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Japan SCA 1 Tanzania 10-11

Japan Solar Cooking Association visits Tanzania October, 2011.

Japan SCA 2, 10-11

Japan Solar Cooking Association visits Tanzania October, 2011.

  • October 2011: Two members of Japan Solar Cooking Association, Yasuko Torii and Toyoko Nishikawa visited 5 villages around Kitulo National Park located in the south western part of Tanzania to promote solar cooking. This was the fourth visit since January 2008. They exhibited parabolic cookers, handmade box and panel type cookers and demonstrated cooking at October Mpeto Festival 2011 held on October 2 in Matamba town. Many visitors watched and enjoyed tasting solar baked cakes and popcorn.

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Japan cooker

The Sunny Cooker

  • November 2009: The Ogawa Crown Company has begun manufacturing small, portable parabolic solar cookers that fold up in a similar fashion to an umbrella. The 1-meter diameter reflective shell of the “Sunny Cooker” is made from a unique aluminum-coated polyester cloth, structurally supported from the center and along the outer edge by flexible plastic poles. This lightweight shell essentially hangs from a metal pot stand that sits atop a foldable tripod and is fixed to the shell at two points. The central pole of the tripod connects to the pot stand through a zipper in the shell. The vertical angle of the reflector is adjustable by zipping or unzipping the shell to the appropriate distance and literally locking the zipper in place with a key. The Sunny Cooker sells for approximately $350, weighs about 3.5 kilograms, and comes with an iron kettle. A sample of the Sunny Cooker was kindly provided to Solar Cookers International by the Japan Solar Energy Educational Association. SCI Staff and board members have experimented with the cooker and have successfully boiled water and cooked popcorn. The device has been shown at multiple events, including demonstrations at Google’s international headquarters in Mountain View, California, and at National Defense University and the Pentagon in Washington, DC. Reported in the November 2009 Solar Cooker Review.
  • Spring 2007: Solar Cooker Challenge for Africa is the name of a proposed project by an NGO in Japan called Solar Cooker Japan (SCJ). Its goals are to promote the planting of the Jatropha trees while also promoting solar cooking using a new prototype: the Balloon Solar Cooker by Mr. Toshi Omhura, one of the founders of SCJ. Mr. Kazimito was in Nairobi, Kenya recently, holding preliminary discussions with Solar Cookers International East Africa Office Director Margaret Owino about a partnership. A team from SCJ later followed with the prototype cookers for field tests in Kenya. SCI (EA) welcomes this new development and will conduct field tests on the new cookers on behalf of SCJ. Their goal is to enable in-country production of the same cookers, should they pass the field test.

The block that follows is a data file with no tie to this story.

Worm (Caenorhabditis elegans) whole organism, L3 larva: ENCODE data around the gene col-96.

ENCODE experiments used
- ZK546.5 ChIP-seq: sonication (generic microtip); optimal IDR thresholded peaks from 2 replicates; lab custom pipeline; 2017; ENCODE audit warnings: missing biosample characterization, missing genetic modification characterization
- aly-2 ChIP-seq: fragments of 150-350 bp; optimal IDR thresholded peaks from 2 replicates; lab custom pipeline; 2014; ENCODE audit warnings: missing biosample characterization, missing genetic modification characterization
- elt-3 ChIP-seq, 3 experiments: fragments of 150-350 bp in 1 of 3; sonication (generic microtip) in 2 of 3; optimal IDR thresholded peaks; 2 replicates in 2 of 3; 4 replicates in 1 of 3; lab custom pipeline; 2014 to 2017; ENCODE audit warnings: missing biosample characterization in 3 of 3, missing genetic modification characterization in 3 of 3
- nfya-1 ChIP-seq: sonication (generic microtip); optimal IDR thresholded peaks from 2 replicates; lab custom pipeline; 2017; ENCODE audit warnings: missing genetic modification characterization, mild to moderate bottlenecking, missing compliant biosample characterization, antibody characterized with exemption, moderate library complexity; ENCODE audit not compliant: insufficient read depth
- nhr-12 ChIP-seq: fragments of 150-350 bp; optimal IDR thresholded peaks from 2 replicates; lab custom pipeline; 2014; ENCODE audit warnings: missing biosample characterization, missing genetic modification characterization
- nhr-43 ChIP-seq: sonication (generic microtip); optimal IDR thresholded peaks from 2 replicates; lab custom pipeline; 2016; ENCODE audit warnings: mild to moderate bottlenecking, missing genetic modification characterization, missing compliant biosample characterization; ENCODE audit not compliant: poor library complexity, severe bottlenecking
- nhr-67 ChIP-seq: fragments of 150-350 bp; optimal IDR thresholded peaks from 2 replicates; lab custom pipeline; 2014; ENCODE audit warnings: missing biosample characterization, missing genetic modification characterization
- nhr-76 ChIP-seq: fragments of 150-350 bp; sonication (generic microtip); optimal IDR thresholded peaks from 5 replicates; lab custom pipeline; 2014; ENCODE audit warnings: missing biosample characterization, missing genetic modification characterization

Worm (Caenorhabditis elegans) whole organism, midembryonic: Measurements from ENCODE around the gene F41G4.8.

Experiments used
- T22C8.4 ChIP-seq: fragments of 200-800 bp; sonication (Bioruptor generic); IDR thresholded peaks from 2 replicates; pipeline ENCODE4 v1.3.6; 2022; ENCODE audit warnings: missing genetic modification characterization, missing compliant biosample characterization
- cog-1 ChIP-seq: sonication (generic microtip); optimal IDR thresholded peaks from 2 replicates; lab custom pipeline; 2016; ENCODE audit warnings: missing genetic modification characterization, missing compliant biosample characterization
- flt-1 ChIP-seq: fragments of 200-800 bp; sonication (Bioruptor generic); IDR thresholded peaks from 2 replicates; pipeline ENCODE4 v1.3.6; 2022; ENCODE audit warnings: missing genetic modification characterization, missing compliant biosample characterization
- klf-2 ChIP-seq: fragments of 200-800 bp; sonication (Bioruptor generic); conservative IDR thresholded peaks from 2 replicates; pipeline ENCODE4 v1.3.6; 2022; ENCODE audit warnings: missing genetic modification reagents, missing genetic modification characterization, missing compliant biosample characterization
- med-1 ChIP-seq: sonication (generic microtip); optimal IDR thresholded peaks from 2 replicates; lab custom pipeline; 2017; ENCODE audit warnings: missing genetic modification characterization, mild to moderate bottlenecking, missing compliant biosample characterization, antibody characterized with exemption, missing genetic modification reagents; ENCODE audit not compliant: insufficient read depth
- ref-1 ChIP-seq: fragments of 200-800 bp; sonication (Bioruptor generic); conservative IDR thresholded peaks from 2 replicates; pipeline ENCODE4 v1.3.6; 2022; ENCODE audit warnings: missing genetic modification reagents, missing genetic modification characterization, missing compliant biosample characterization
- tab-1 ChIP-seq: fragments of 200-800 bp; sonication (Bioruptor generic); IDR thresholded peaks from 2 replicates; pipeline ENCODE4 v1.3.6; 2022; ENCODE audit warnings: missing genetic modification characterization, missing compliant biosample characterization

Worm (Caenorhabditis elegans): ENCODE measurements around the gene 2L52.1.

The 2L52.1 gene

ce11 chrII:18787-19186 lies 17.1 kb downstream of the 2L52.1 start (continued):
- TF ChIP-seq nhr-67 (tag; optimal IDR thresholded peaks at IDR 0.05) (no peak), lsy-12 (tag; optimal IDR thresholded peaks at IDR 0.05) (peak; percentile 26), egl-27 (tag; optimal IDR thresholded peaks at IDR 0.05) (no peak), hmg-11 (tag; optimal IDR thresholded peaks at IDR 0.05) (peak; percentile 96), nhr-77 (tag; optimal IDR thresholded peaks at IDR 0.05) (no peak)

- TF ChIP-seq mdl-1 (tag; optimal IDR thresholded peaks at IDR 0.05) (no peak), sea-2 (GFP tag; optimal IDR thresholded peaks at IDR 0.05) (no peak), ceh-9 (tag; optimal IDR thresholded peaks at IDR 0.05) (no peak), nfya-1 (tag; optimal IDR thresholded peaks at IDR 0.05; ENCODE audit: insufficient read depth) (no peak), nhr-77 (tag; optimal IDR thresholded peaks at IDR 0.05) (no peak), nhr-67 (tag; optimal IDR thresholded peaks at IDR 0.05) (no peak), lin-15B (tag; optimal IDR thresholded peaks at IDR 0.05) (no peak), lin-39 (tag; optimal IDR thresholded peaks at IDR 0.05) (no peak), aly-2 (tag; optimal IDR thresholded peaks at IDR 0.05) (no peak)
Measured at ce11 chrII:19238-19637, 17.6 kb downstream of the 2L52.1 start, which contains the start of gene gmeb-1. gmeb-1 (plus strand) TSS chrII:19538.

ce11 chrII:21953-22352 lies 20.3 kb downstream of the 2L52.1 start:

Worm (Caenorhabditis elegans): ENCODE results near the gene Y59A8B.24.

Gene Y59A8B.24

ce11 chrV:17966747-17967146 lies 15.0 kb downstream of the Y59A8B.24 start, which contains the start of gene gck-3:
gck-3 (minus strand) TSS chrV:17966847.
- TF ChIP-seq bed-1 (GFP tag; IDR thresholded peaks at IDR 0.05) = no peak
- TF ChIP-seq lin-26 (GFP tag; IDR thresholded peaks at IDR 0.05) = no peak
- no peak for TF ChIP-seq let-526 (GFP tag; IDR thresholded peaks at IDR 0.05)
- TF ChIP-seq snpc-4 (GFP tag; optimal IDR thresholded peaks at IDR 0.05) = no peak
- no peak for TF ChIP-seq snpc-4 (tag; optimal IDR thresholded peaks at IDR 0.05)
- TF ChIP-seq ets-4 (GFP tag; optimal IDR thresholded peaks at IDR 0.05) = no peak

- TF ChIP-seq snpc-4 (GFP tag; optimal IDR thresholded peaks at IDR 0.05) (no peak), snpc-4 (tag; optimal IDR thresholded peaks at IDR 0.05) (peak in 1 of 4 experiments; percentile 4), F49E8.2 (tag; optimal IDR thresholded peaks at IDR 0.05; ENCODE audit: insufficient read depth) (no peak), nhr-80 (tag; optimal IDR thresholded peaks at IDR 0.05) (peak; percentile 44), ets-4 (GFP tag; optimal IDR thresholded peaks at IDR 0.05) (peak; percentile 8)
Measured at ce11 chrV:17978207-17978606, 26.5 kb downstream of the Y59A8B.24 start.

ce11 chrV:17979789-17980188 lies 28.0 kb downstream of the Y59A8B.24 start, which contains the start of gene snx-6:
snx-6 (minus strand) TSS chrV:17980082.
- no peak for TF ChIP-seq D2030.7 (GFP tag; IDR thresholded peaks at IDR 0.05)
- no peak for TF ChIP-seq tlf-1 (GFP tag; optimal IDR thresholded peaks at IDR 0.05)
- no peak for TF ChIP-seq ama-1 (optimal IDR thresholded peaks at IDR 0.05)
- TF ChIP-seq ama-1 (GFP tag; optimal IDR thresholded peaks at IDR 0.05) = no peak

The History of Solar Cooking in Japan

A Clean Energy Utilization Research Study Group was established in Japan in 1994 to organize activities for a range of environmental initiatives in that country. A Solar Energy Festival is held annually in the north of Japan; the Solar Energy Society's International Symposium was held in the country in 1992. Most Japanese people are not interested in solar cooking for themselves, as they use gas or electricity for cooking and find that to be satisfactory. But many view solar cooking as an opportunity to teach people about larger energy issues. A book on Solar Cooking, "Cooking by the Sun" was published in Japanese in 1995, edited by members of the group, and several types of cookers are manufactured in Japan, largely for learning more about the technology and for additional research.

Japan has one particularly faithful solar cook, however. Her name is Yasuko Torii, and she has invented a number of cookers that she displayed at several world conferences. One was a very small box cooker, the other a larger version made of an aluminum product used in Japan as a drip pan for ovens. She has been an active promoter of solar cooking for over ten years. She had recently created a solar cooking mailing list for the country, with most of the individuals living in Tokyo.

Recently, an announcement was made about the manufacture in Japan of a household size parabolic for sale in the Japanese market. The device is a dish reflector, mounted on a tripod. One other related commercial product manufactured is a stainless steel, well insulated hay box made by Toyota, and sold in various nations of the world. Both devices are expensive and not well suited therefore for poor countries, but could be marketed to middle class audiences in Asia, Europe, and North America.

[Information for this section was taken originally from State of the Art of Solar Cooking by Dr. Barbara Knudson]

Climate, Culture, and Special Considerations

See also: Solar cooker dissemination and cultural variables

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